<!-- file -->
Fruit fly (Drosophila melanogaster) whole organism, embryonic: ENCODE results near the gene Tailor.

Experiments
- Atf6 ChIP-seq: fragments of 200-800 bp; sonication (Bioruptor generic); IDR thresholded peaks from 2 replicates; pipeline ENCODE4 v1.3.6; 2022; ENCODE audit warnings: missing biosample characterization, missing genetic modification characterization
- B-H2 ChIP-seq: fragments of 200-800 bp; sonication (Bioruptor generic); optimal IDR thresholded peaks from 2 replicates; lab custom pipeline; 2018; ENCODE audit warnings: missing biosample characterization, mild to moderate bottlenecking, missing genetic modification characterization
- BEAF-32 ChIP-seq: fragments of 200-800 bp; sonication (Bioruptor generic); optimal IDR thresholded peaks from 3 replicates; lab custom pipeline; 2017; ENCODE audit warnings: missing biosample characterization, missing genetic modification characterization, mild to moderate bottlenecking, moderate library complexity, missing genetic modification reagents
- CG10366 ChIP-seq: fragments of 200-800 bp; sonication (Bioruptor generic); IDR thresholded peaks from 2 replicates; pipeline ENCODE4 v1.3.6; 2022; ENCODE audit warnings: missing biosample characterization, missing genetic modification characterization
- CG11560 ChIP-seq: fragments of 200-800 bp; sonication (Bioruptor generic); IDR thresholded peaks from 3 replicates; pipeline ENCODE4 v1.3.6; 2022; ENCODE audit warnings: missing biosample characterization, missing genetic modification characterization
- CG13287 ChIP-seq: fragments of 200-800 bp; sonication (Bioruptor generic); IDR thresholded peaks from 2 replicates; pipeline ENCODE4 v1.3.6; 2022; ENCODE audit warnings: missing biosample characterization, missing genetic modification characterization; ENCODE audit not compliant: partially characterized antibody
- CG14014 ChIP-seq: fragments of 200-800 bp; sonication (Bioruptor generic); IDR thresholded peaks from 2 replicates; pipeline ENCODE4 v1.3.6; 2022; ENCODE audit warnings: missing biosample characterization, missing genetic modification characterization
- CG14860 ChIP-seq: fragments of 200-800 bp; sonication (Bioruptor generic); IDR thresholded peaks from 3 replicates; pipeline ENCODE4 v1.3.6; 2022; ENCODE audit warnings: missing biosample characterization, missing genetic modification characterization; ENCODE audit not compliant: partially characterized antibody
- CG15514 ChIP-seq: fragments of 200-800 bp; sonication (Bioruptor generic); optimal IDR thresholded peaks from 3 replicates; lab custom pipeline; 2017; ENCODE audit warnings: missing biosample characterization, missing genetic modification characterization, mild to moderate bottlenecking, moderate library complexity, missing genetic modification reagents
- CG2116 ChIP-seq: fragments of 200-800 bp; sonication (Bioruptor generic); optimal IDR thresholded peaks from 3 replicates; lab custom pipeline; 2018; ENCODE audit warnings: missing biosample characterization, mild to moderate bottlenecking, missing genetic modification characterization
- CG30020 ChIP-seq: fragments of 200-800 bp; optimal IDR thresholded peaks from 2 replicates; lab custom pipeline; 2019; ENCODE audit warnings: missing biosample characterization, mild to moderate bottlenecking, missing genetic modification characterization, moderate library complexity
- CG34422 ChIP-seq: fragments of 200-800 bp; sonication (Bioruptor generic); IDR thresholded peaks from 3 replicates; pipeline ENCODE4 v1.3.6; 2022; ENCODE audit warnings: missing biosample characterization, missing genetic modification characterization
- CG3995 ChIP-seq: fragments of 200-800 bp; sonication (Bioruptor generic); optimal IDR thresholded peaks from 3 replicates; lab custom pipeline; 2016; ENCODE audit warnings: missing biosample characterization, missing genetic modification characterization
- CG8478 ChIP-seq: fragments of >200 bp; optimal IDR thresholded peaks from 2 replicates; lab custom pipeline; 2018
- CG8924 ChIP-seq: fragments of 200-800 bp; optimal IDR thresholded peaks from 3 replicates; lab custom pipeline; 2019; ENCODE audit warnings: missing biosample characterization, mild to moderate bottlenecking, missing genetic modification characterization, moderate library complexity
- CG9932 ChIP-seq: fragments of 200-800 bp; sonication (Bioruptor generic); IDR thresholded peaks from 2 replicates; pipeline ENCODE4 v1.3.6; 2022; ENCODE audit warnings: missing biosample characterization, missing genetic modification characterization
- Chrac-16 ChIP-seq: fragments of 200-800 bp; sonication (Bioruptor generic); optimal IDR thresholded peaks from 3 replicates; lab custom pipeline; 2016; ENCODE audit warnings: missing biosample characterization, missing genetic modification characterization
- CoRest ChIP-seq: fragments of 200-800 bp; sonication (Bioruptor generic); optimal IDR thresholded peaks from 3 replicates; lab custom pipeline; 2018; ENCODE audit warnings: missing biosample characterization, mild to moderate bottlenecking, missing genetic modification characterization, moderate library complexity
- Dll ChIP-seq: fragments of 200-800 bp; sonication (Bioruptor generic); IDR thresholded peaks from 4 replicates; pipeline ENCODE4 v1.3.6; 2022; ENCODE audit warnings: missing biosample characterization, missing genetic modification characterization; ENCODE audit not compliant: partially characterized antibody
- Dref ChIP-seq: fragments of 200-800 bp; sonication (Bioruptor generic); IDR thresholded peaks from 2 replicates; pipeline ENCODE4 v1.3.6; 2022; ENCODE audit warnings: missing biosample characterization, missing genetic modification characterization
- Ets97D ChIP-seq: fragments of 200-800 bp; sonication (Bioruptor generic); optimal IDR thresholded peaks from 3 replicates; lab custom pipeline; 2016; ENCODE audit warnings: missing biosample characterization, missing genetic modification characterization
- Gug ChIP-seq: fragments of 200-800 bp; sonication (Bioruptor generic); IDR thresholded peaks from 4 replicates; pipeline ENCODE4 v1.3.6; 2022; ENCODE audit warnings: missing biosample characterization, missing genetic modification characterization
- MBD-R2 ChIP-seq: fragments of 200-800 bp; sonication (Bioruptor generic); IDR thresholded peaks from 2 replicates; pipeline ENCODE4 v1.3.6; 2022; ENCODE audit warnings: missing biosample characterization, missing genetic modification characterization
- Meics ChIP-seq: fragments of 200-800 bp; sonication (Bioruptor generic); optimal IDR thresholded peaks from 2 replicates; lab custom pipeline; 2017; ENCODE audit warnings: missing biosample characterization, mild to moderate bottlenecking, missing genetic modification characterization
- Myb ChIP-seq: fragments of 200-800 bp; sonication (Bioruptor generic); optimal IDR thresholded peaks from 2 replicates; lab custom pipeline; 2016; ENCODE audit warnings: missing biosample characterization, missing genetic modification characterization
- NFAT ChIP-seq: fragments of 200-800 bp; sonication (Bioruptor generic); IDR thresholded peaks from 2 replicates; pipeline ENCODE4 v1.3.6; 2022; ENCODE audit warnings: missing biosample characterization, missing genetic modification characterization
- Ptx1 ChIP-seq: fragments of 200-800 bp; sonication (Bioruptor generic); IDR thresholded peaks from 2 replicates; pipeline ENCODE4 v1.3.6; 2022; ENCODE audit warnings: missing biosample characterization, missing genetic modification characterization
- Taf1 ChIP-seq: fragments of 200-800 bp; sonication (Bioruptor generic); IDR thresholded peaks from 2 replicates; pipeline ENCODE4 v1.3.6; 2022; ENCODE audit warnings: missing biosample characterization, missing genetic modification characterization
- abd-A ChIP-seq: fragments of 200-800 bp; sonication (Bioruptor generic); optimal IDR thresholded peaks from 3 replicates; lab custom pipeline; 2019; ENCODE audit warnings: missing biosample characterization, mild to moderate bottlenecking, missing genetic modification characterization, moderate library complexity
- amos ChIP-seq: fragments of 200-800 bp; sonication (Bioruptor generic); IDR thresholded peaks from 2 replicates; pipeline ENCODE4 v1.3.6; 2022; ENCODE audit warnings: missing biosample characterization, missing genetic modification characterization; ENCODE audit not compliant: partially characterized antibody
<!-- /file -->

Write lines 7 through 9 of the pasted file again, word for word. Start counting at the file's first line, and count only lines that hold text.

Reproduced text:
- CG11560 ChIP-seq: fragments of 200-800 bp; sonication (Bioruptor generic); IDR thresholded peaks from 3 replicates; pipeline ENCODE4 v1.3.6; 2022; ENCODE audit warnings: missing biosample characterization, missing genetic modification characterization
- CG13287 ChIP-seq: fragments of 200-800 bp; sonication (Bioruptor generic); IDR thresholded peaks from 2 replicates; pipeline ENCODE4 v1.3.6; 2022; ENCODE audit warnings: missing biosample characterization, missing genetic modification characterization; ENCODE audit not compliant: partially characterized antibody
- CG14014 ChIP-seq: fragments of 200-800 bp; sonication (Bioruptor generic); IDR thresholded peaks from 2 replicates; pipeline ENCODE4 v1.3.6; 2022; ENCODE audit warnings: missing biosample characterization, missing genetic modification characterization